Microservices. Everyone’s talking about microservices these days because they’re pretty awesome if you do them right. They let you add cool new functionality in a short amount of time (again, in the right circumstances – they’re not the solution to every problem). At QCon New York we were talking to developers about the kinds of cool things you can do with microservices and why the new Java EE 7 functionality in WAS Liberty gives you even more options to build cool services.
We hosted a Code Rally contest, where developers build AIs to enter races around virtual tracks. Code Rally uses WebSockets and other Java EE 7 technologies to connect clients (laptops running Eclipse) to the WAS Liberty server on IBM Cloud that simulates the races.
If we’re honest, we had to acknowledge that creating an intermediate AI using the Eclipse IDE is a little awkward. Then it struck us: why not create a microservice that monitors Twitter and lets people configure and race their AIs through Twitter DMs.
Less than 24 hours later we had the microservice built and working, with hundreds of virtual races being kicked off by attendees.
How did we build this new microservice using Twitter?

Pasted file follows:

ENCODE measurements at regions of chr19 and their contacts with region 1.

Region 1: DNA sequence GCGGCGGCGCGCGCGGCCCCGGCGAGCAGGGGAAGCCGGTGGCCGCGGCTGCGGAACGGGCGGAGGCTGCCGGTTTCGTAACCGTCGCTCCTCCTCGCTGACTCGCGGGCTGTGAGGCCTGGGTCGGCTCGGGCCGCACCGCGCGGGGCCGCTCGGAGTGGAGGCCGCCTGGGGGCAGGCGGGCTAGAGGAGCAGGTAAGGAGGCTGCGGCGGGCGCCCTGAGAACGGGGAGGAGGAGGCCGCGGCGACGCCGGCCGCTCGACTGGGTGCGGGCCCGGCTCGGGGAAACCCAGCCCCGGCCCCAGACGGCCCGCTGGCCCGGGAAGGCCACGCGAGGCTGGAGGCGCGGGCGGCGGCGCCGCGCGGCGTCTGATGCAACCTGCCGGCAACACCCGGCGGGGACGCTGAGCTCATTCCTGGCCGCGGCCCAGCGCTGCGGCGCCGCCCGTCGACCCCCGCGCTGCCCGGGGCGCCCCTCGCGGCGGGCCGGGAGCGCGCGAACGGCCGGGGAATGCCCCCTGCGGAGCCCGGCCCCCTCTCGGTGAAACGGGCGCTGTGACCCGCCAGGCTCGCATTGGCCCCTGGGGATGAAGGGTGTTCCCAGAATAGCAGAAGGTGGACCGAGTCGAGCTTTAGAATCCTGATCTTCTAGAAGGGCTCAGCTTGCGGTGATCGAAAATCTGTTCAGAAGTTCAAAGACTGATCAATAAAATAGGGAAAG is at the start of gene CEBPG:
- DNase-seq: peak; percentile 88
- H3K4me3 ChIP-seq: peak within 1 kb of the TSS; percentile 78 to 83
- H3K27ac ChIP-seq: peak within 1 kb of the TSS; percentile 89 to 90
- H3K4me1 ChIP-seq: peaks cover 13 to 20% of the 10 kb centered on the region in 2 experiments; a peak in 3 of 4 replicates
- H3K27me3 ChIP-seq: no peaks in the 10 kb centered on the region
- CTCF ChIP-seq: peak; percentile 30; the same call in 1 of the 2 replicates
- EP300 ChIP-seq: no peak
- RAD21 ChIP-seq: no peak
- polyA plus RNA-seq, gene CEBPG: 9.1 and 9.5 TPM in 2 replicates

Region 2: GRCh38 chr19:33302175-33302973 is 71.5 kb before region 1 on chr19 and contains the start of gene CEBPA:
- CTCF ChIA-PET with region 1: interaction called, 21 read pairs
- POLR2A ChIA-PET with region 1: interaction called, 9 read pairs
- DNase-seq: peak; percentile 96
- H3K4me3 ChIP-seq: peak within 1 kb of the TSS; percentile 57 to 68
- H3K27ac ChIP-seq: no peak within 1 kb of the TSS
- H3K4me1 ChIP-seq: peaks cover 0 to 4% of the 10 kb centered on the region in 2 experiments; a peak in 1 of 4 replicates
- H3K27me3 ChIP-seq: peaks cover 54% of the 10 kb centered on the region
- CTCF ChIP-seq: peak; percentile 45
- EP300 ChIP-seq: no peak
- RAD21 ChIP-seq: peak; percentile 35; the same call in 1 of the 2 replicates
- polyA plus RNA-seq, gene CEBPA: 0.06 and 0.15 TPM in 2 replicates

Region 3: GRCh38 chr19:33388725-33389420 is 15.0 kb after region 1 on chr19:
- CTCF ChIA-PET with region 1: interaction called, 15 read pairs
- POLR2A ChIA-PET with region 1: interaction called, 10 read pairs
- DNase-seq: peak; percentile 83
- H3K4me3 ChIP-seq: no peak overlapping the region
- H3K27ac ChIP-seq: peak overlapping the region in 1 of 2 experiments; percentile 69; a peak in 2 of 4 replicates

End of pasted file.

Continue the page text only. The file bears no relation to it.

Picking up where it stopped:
The new service was built with Node-RED: A Twitter node monitors direct messages to @CodeRally, and translates that into a REST request to Java EE web application running on WAS Liberty. The web application interprets the messages to create and run AIs. Both of these components are running on IBM Cloud and were really easy to setup and get running. By using existing APIs we were able to create the Java EE web application quite easily, and it is running as a separate web app from the rest of the Code Rally game service.
So, what does the setup look like?
The Node-RED component looks like this in the editor:
The Java EE component is built out of 10 classes and runs everything in memory on a Liberty buildpack instance on IBM Cloud. A future enhancement will be to store information on everyone’s AI and where they are in the setup process in a database. This will give some non-volatile state to their AI selections, but for now we’re purely in memory. The beauty of the setup is how small and simple it all is, and how we can quickly iterate on it and push updates out without impacting the main race server (which is a completely different deployment and a bit of a monolith).
We’re currently waiting on Twitter to remove the DM length limit which was announced in June as, in the current version, we send several messages at once to a user. Unfortunately, the order in which a user receives these messages is out of our control (beyond having a 1 minute gap between the receipt of each message). Once the DM length limit is removed we can combine the several small messages into one large message and know that the content is in the correct order.